The National Consumer Law Center (NCLC) has
issued recommendations to the CFPB that would further regulate when and in what manner debt collectors
can contact consumers.
One recommendation is to prohibit debt collectors from calling cell phones
or sending text messages without the consumer actively opting in to receive
those calls or texts. The proposal includes hand-dialed calls. This goes
beyond the scope of the Telephone Consumer Protection Act (TCPA), even
with the FCC's recent rulemaking. Currently the TCPA only applies
to auto-dialed calls and calls made with a prerecorded voice.
The NCLC report suggests that the CFPB clarify the FDCPA's prohibition
on excessive phone calls. The proposed rule changes include limiting the
number of times per week that a collector can call a consumer. The NCLC
proposes a three call per week limit. If the debt collector speaks with
the consumer, no more calls could be made during that week. The three
call limit would include answered and unanswered calls, even ones where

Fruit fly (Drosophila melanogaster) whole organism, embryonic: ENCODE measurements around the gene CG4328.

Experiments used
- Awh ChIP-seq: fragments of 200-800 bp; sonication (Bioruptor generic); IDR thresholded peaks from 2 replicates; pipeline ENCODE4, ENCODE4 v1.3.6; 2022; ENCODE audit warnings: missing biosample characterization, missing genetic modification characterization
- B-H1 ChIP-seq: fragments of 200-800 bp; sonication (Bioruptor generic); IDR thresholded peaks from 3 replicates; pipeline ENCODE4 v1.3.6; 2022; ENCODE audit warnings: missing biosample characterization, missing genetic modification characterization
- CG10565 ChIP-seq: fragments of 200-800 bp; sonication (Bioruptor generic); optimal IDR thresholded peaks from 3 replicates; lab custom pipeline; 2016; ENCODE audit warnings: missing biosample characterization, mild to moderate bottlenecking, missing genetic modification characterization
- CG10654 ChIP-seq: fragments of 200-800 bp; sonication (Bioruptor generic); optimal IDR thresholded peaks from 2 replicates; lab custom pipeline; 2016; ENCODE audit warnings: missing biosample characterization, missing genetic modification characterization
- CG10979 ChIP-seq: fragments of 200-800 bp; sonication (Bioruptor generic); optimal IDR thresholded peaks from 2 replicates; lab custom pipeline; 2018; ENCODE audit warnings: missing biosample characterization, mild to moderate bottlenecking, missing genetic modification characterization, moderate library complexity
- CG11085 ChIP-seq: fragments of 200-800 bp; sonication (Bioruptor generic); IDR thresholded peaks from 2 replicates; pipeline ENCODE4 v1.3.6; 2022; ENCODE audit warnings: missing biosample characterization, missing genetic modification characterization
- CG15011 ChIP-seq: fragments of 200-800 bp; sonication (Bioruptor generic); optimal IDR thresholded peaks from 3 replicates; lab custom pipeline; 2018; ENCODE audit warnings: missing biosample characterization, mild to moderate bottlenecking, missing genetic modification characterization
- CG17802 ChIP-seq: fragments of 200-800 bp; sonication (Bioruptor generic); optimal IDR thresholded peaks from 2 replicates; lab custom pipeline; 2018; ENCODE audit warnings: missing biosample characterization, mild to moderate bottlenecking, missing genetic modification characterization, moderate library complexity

no voicemail was left.
The best aspect of this proposed rule is that it clarifies a vague section
of the FDCPA, providing guidance to courts, which have been divided as
to what constitutes harassment. A bright-line rule would prevent situations
where debt collectors call multiple times a day on multiple days of the
week. Setting clear standards puts both consumers and debt collectors
on notice as to what constitutes harassment under §1692d of the FDCPA.
The NCLC also recommends that the CFPB require that debt collectors notify
consumers of their right to request that the collector stop communicating
with them. Although §1692c(c) allows consumers to request no further
contact (and requires collectors to comply with that request), the FDCPA
does not currently require debt collectors to tell consumers about this
right. Given that the FDCPA does require collectors to make certain disclosures
during the intial contact with a consumer, it's not a large expansion
to require that the debt collector also inform consumers of their other
rights under the Act.
The NCLC recommendations also address limiting contact via social media,
clarifying that all types of contact must be conducted witihn the permissible
window stated in the Act (8am to 9pm), and more strict limitations on
communications in the workplace. The full report is linked at the top
of this post.